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Smart decision making, whether it's who to hire or what strategy to play, is a skill that sets you apart personally and professionally. In this short course, Todd Dewett shows you five simple steps to making better decisions. He'll help you evaluate if you have enough time, sufficient information, the right people involved, and other key factors necessary to making strong choices.
Let's think for just a minute about decision making. Decision making is vital for your professional career, just as important as breathing is for life, which is why it's so amazing to me. That people put so little thought into how we make great decisions. First thing I want to tell you is that there's lots of models out there. All of them are useful. Go do the research. Find one that will be a structured guide for you and your team. Now, no matter what model you pick, I'm going to help you take a step further.
I'm going to give you five simple questions that will make you a flat out better decision maker. Five questions that will narrow the focus of what you're supposed to do and make the impact of your decisions far more significant. Step one, when you're making decisions and you're asking these questions is, do I have time. Every decision is not created equal. Sometimes, people habitually want to use intuitions and make decisions fast. Other times, they want to make decisions after tons and tons of analysis. I want you to remember, all decisions are not the same.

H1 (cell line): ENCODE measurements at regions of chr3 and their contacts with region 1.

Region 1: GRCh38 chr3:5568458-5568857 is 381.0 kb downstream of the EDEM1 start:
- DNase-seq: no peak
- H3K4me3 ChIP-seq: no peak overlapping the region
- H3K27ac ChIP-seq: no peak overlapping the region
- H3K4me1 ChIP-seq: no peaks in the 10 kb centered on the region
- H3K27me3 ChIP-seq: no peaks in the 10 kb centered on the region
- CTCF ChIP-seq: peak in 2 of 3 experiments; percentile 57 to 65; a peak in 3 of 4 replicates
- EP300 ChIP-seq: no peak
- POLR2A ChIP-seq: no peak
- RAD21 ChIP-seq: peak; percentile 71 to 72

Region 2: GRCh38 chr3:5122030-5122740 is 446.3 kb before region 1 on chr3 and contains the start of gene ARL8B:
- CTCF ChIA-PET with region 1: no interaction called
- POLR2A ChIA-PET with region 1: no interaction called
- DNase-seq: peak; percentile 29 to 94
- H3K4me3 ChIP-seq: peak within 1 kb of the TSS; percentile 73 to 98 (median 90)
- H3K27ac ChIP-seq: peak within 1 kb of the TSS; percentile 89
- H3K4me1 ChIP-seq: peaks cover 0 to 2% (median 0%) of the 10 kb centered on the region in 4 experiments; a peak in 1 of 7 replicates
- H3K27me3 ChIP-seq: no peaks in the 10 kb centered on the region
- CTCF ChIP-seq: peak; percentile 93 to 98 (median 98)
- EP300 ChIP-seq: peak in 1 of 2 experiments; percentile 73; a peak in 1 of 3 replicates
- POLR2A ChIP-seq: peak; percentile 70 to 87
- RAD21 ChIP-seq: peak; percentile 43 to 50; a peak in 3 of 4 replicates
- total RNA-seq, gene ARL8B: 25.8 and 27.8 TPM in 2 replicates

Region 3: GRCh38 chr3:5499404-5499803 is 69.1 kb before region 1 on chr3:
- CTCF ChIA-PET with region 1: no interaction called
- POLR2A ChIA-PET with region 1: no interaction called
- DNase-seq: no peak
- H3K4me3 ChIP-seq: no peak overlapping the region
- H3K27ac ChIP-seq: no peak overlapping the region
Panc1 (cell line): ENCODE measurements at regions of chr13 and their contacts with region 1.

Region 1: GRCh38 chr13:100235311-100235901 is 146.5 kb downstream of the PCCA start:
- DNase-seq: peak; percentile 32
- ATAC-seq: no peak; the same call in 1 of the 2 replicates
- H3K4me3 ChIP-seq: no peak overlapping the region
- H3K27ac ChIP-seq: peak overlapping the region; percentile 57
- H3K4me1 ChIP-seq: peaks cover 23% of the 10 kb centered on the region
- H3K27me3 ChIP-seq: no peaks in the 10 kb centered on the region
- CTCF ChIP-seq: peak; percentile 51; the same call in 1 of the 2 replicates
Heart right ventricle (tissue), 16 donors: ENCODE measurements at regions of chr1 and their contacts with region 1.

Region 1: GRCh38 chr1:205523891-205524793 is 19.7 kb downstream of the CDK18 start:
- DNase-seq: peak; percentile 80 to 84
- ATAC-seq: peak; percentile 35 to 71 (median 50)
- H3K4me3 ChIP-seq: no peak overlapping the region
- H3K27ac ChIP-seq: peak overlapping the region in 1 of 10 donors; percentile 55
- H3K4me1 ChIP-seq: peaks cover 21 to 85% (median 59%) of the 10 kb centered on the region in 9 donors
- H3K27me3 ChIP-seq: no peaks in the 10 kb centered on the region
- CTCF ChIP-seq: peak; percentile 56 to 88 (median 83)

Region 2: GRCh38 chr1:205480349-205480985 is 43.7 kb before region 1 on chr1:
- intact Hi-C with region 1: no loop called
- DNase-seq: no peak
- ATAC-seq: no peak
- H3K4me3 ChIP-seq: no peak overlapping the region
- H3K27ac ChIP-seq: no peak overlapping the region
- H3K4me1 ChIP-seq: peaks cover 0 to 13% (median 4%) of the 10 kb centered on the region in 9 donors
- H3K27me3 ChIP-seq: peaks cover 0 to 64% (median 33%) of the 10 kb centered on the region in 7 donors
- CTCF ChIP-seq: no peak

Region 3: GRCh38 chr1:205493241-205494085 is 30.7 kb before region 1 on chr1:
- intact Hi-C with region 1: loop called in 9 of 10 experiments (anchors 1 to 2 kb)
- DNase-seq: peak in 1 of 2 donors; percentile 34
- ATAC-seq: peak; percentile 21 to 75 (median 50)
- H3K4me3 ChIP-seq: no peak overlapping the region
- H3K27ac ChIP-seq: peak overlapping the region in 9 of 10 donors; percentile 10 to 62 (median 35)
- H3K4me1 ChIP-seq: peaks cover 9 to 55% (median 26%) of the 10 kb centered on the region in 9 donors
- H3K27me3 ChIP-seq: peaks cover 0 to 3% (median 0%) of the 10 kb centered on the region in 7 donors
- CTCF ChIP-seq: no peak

Ask yourself, when it's time to make the call, whether you're talking about who to hire, who to partner with or what new strategic plan you should adopt. I want you to remember to ask first, do I have the time to think through this systemically or is it time to make a gut call, use intuition. The advice here is very simple. Intuition is awesome But first, I want you to ask yourself, how novel is this situation? The more novelty you see in this situation, the more it's unique from things you've done in the past, the more intuition can actually hit you in the gut and be a problem.
That's when you want to step in and think through a model, a systematic approach to making a decision. Assuming you have some time, I want you to ask yourself something very honest. Ask yourself, if I had several extra hours to invest in trying to analyze what I'm going to do for this decision, would that time actually help me make a 20 or 30% better decision? The answer is yes, maybe you consider investing more time. If the answer is no, oh, it's time to make a call and move on because you're busy and you have things to do. Step one, ask yourself about the time requirements.
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